Sabres' Levi, Predators' Saros share bond as undersized goalies
Devon Levi has been in the NHL for less than a week, but the Buffalo Sabres prospect already has a peer he can look up - or down - to: Nashville Predators netminder Juuse Saros.
At 6-feet, Levi is undersized among goaltenders, making Saros, the shortest goalie in the league at 5-foot-11, the ideal role model.
The two first met in the fall when Levi, then at Northeastern University, was scheduled to play a game at Bridgestone Arena in Nashville.
"I just went up and introduced myself. It was cool," Levi told The Athletic's Matthew Fairburn. "He knew who I was, and he was asking me about my gear, I was asking about his gear. … He's a guy that I've looked up to and watched for a while now."
After their meeting, Saros said he began studying tape of Levi.
"I have high expectations. I think he's going to be a great goalie in this league," Saros said. "Just all of his movements and how he reads the game. He's really precise in everything that he does. He's great technique-wise. He's one of those goalies that I really like to watch. I can learn from him, too."
Despite being a seventh-round pick in 2020, Levi is considered one of the top goalie prospects in the game.
He led Canada to a silver medal at the 2021 World Junior Championship, posting a sparkling .964 save percentage in seven games. The following summer, the Florida Panthers traded him to Buffalo as part of the deal to acquire Sam Reinhart.
Across 66 games in two seasons at Northeastern, Levi sported a .942 save percentage. He was a finalist for the Hobey Baker Award as the nation's top player in 2022 and is up for the honor again this year.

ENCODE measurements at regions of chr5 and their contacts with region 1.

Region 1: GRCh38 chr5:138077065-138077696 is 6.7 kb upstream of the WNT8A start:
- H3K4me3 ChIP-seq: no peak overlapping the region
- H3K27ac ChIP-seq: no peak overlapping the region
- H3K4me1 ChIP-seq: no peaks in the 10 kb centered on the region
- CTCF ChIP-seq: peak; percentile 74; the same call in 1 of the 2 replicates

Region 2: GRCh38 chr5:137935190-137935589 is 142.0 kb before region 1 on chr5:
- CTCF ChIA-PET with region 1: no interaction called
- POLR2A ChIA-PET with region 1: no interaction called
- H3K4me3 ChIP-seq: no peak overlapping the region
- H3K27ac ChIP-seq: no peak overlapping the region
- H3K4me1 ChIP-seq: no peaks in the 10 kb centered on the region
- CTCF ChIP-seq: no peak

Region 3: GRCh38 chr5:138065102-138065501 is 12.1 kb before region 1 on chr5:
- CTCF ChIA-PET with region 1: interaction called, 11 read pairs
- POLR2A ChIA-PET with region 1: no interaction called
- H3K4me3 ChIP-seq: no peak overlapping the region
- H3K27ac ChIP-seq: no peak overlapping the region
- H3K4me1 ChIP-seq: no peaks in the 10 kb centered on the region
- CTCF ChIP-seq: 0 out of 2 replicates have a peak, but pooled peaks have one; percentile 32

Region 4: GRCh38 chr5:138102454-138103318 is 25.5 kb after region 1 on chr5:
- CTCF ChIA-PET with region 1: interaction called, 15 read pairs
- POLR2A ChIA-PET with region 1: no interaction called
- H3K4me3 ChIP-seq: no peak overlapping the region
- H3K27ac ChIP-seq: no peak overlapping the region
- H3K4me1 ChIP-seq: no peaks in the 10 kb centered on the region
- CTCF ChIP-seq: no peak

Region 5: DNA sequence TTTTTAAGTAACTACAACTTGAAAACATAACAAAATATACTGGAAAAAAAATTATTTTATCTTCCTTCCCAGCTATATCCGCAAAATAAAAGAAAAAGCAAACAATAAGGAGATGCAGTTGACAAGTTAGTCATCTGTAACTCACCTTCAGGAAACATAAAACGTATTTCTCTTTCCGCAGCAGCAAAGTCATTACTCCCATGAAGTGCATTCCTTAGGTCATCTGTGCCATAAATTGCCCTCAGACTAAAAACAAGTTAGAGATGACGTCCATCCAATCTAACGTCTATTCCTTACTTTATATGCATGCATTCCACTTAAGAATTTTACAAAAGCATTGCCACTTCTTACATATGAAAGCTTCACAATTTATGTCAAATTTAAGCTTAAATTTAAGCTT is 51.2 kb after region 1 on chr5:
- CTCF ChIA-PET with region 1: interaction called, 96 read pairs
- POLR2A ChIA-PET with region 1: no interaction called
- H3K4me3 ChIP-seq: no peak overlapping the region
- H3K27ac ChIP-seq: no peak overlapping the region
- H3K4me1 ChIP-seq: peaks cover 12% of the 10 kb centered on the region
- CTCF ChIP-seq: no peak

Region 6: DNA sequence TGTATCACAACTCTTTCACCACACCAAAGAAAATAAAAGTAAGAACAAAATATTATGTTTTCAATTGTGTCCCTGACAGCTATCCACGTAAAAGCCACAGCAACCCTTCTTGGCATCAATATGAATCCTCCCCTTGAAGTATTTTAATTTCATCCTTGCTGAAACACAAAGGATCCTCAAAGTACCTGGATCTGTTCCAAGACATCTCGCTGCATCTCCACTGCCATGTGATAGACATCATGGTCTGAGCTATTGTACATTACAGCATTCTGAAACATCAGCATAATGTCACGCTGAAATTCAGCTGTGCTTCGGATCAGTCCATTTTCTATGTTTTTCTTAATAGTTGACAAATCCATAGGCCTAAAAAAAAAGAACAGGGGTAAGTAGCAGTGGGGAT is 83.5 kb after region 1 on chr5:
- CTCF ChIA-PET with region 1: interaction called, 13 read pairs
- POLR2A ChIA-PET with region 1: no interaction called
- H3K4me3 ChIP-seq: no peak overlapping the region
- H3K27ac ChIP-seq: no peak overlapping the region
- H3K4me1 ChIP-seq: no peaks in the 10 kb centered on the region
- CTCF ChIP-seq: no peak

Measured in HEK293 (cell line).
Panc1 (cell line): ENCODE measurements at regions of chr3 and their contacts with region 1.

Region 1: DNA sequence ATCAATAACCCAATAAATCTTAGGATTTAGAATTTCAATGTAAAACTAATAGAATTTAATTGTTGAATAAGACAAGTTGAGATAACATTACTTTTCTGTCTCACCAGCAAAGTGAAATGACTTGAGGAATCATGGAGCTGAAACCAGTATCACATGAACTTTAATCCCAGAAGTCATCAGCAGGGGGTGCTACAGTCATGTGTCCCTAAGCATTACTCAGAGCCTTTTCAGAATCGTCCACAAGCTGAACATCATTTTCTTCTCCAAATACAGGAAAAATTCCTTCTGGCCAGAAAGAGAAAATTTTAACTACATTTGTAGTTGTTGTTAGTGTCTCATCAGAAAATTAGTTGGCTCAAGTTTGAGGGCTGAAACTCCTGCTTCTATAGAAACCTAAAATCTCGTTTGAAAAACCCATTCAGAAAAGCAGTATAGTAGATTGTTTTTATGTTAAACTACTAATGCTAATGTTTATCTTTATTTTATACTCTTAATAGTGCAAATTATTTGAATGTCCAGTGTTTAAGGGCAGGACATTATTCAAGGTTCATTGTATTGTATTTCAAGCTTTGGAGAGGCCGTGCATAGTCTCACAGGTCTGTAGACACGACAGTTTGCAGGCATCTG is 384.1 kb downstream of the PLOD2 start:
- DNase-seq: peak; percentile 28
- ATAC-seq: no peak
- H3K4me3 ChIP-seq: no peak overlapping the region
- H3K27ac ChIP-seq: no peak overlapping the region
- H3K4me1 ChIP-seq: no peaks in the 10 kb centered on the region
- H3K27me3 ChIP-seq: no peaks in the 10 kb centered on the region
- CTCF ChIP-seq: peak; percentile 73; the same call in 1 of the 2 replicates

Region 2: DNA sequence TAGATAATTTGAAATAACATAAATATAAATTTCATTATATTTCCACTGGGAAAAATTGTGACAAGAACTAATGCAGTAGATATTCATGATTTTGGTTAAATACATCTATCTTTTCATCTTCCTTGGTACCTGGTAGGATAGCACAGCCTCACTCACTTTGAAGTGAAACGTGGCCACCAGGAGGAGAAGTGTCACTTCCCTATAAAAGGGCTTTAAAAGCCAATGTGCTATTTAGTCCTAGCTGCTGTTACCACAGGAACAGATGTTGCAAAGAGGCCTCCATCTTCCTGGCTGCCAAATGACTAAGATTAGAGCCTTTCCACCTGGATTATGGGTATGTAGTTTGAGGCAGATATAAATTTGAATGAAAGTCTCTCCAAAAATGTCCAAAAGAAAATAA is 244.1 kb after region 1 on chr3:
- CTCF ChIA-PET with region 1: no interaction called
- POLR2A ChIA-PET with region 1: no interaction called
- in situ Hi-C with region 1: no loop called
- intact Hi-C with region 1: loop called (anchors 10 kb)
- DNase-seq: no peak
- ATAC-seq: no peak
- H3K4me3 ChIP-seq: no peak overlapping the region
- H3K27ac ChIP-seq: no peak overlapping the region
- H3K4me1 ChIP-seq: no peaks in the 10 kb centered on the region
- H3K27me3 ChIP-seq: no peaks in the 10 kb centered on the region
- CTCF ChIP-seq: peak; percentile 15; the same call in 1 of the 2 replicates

Saros was a finalist for the Vezina Trophy last season and owns a career .919 save percentage in his eight seasons. The 27-year-old is remarkably consistent, never posting a save percentage below .914 in any of his full campaigns. His elite quickness is one of the many traits that help him overcome his lack of size.
"He's just unbelievable at doing what he does. He's so consistent. He's like a robot," Levi said. "Every time it's just bang, bang, bang. I like to watch how he moves, how he's always square and just gets hit by the puck, always in position - and he's fast. He has great edge work. I love watching him."
- Golden Knights know Game 1 victory doesn't ensure Cup win
- Remparts shut out Thunderbirds for record-setting Memorial Cup win
- Cassidy, Maurice coaching in Stanley Cup Final shows value of experience
- Maurice calm despite losing Game 1: 'Everybody just f-----g breathe'
- Tkachuk, Bennett earn misconducts for throwing punches late in Game 1